Chris Rock talks race, comedy, and rich people
Back at TIFF, Chris Rock’s Top Five, which he wrote, directed, and stars in, sold for an incredible $12.5 million after a heated bidding war. The movie was fast-tracked for release by Paramount and is now due out on December 12, which means that Rock is on the shill. In a new interview with New York Magazine, he seems a bit apprehensive of the big push Top Five is getting, which is understandable, but that is the only time he comes across as anything less than confident and controlled. On everything else, from politics to managing fame and family to race relations to money he’s one step away from the brashness that defines his stage persona.
This is a GREAT interview, partly because Rock isn’t a bullsh*tter and he’s not afraid to run right at difficult topics like race relations in an America currently divided over Ferguson. But it’s also because you can see the seeds of new material peeking through, especially on race. For example:
“Here’s the thing. When we talk about race relations in America or racial progress, it’s all nonsense. There are no race relations. White people were crazy. Now they’re not as crazy. To say that black people have made progress would be to say they deserve what happened to them before.”
When Rock is on, he’s motherf*cking ON. If you squint, you can see that becoming an instantly classic bit like his material about Columbine and gun control from 1999’s Bigger & Blacker stand-up special—to this day, that remains one of the funniest bits I’ve ever seen. There’s some stuff about rich people and privilege, too, like the comment about Virgin’s first class cabin that has the same feeling of being proto-comedy.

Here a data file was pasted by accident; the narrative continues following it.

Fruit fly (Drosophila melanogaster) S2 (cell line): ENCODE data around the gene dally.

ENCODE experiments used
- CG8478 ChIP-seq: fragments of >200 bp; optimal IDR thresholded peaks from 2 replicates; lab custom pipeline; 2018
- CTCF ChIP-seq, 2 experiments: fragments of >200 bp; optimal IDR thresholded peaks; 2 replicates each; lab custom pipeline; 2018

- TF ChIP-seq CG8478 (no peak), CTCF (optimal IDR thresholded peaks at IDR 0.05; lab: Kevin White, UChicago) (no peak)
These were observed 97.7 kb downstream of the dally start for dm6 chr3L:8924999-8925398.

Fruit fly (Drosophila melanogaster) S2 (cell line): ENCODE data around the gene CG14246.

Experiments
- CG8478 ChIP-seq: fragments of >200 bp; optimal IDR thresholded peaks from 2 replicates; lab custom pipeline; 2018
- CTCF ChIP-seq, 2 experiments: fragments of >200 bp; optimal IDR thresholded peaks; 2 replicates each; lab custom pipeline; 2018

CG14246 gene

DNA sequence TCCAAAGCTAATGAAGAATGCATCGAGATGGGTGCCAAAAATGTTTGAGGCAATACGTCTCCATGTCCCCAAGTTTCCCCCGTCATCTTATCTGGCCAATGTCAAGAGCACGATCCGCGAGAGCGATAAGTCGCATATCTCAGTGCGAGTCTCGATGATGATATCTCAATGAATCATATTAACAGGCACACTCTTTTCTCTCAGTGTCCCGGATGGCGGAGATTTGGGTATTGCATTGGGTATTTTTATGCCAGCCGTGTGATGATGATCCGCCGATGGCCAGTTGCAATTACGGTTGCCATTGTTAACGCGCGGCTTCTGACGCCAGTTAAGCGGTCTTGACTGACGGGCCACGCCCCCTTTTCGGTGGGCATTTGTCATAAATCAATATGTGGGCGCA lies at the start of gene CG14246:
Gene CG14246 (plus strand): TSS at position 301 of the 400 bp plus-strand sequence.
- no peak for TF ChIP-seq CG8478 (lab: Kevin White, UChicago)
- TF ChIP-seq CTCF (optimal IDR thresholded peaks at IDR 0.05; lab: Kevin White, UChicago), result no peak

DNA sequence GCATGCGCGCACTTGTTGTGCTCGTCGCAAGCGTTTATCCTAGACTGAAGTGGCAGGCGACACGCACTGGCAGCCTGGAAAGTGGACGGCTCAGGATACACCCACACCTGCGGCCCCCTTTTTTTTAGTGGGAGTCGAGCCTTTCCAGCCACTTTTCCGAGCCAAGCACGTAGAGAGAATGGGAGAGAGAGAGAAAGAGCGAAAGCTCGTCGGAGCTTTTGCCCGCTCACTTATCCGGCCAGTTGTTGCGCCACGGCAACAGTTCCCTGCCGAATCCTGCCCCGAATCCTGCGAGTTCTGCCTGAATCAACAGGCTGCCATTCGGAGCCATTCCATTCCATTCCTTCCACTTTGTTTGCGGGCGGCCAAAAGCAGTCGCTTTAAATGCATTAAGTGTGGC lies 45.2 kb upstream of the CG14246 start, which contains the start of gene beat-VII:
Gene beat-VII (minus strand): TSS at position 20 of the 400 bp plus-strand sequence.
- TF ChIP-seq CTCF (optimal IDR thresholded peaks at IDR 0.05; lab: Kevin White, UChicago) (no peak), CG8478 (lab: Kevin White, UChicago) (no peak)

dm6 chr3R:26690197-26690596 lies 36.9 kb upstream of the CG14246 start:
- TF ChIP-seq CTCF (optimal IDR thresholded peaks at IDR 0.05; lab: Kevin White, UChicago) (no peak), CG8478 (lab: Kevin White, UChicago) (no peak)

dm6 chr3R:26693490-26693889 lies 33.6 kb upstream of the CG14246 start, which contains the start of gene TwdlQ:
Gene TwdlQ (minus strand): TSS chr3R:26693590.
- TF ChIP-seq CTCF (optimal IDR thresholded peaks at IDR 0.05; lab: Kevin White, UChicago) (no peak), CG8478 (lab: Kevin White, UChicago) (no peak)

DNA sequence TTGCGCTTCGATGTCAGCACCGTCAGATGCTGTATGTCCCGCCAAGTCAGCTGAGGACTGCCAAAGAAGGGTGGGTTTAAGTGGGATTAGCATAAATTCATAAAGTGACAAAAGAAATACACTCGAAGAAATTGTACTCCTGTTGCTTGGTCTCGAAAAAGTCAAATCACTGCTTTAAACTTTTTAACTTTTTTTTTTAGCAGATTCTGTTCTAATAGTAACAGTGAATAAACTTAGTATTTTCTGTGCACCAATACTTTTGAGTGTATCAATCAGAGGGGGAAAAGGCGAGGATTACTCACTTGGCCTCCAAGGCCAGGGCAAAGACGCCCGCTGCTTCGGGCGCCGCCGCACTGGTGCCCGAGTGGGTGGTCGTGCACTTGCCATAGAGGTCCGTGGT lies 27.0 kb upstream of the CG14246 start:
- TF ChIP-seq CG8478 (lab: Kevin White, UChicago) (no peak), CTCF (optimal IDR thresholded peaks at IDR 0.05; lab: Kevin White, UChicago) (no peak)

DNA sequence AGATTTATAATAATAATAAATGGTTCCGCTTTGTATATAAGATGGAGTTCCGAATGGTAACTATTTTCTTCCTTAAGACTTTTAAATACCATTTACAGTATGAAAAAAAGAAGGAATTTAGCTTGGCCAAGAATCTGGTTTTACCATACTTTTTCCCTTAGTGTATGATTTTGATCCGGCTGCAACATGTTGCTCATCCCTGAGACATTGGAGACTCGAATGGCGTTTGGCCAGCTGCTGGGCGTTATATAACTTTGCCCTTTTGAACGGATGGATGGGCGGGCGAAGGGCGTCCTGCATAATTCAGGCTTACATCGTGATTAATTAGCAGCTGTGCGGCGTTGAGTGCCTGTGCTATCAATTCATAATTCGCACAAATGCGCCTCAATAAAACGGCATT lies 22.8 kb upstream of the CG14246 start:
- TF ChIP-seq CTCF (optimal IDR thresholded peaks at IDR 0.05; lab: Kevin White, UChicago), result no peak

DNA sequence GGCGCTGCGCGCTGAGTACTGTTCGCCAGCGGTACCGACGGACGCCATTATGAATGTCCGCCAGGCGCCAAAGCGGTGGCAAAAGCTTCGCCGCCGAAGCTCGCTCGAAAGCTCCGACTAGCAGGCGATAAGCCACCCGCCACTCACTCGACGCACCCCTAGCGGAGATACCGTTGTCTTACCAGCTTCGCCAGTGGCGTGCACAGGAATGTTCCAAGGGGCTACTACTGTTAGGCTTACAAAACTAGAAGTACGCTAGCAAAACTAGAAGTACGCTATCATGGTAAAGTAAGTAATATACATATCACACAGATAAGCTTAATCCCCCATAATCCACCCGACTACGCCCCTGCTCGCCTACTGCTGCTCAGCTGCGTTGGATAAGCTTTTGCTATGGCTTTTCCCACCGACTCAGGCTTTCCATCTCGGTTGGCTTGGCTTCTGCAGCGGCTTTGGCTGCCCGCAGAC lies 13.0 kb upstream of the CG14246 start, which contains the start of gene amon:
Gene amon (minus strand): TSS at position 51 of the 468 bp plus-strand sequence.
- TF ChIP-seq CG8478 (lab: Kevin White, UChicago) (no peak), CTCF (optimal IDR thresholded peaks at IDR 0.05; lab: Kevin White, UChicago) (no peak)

“Oh, people don’t even know. If poor people knew how rich rich people are, there would be riots in the streets. If the average person could see the Virgin Airlines first-class lounge, they’d go, “What? What? This is food, and it’s free, and they … what? Massage? Are you kidding me?”
His remarks on Bill Cosby are the only part that I found disappointing:
“I hope it’s not true. That’s all you can say.”
Well, no, you can also say, “Holy sh*t, this is awful,” and, “How do we prevent this from ever happening again,” but I think a lot of comedians, especially the ones who were immediately influenced by Cosby and really looked up to him, are still struggling to process the recent revisiting of his rape allegations. I never thought Cosby was funny—I’m with Hannibal Buress—but I know enough comics trying to get a handle on it that I can at least tolerate Rock’s stance. They’re not new, though. These aren’t new allegations. I’d like to see someone press one of the elder statesmen of comedy about that.
If you’ve got a few minutes today, spend it reading Rock’s interview. He gets into how social media is killing comedians’ ability to develop material, which is interesting if you’re a comedy nerd, but it keeps looping back to race and privilege and I have a feeling in another year or two Rock will have a new killer set. It’s incredibly timely and relevant, and FUNNY. Rock has traded his hyperactive anger for world-weariness, but his edge is no less sharp.